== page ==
grouped B-factors too low??
zbyszek at mix.swmed.edu
Wed Nov 6 15:16:38 EST 1996
Pirkko Heikinheimo BTK wrote:
> we are refining several structures from data collected in cryo temperatures
> and have trouble refining the bfactors. We are starting off with the grouped
> B-factor refinement at 2.3-2.5 A resolution. Currently my structure is at
> 2.3 A, with 27671 reflections used for 4620 atoms (560 residues and 179
> waters). The problem is that if I refine the B-factors I end up with lots
> of B-factors of 2.0 (the minimum) and at some places, lower B-factors for
> the main chain than for the side chain portion.
> Is there some tricks that I should try, something related to cryo data
> compared to the one collected at room temperature? Or is this just a
> reflection of underfitting the data still, too many well ordered waters
> that I just haven't modelled in yet? Solvent flattening?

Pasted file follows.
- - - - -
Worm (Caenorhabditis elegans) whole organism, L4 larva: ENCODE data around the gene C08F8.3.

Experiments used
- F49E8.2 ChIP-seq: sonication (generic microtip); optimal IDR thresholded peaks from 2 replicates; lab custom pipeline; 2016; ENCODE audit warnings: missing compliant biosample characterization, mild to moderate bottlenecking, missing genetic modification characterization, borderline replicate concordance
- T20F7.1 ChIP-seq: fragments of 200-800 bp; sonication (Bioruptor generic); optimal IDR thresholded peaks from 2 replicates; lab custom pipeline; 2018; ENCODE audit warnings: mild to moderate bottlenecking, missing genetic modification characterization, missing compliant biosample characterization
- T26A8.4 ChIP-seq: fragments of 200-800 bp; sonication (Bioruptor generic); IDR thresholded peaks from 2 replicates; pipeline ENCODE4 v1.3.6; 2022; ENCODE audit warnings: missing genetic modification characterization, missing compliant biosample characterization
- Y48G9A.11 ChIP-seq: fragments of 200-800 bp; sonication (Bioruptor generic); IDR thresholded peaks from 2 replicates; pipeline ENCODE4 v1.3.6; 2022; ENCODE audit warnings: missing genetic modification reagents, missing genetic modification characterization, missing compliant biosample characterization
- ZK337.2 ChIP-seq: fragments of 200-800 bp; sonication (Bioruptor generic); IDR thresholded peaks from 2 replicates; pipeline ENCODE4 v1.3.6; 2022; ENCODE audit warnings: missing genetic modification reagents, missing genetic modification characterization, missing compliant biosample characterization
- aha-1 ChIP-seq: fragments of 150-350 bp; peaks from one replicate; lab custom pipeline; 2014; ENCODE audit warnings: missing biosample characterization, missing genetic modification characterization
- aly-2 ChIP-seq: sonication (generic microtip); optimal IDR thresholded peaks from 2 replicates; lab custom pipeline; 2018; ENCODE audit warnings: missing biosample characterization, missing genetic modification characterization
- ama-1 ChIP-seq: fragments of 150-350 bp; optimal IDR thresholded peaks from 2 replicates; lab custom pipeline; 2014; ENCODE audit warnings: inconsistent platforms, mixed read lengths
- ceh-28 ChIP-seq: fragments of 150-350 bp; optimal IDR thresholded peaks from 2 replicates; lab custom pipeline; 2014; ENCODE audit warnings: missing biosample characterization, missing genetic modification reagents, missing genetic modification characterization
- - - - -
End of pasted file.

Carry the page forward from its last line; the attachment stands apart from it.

1.) Do not apply sigma cutoff after integration of diffraction peaks.
Defaults in many programs are completely wrong and result in artificialy
larger (than correct) values of structure factors at high resolution.
If you apply 1-2 sigma cutoff to random data of high redundancy
merging will produce mostly 2-4 sigma (on intensity) hkls,
or in structure factor terms (Fobs) 4-8 sigma hkl. Larger than correct
Fobs -> lower B factors in refinement, also larger errors of B-factors.
2.) Lack of solvent correction in refinement will dramatically lower
refined B-values relative to their true values.
3.) At 2.3-2.5A errors of B-factors are quite large. Low values may
be simply statistical fluctuations.
4.) Restrain or contrain B-factors. unrestrained B factor refinement
requires higher resolution data.
Zbyszek Otwinowski | zbyszek at chop.swmed.edu
University of Texas | tel : (214)-648-5098
Southwestern Medical Center | fax : (214)-648-5095
5323 Harry Hines Boulevard Dallas, Texas 75235-9038
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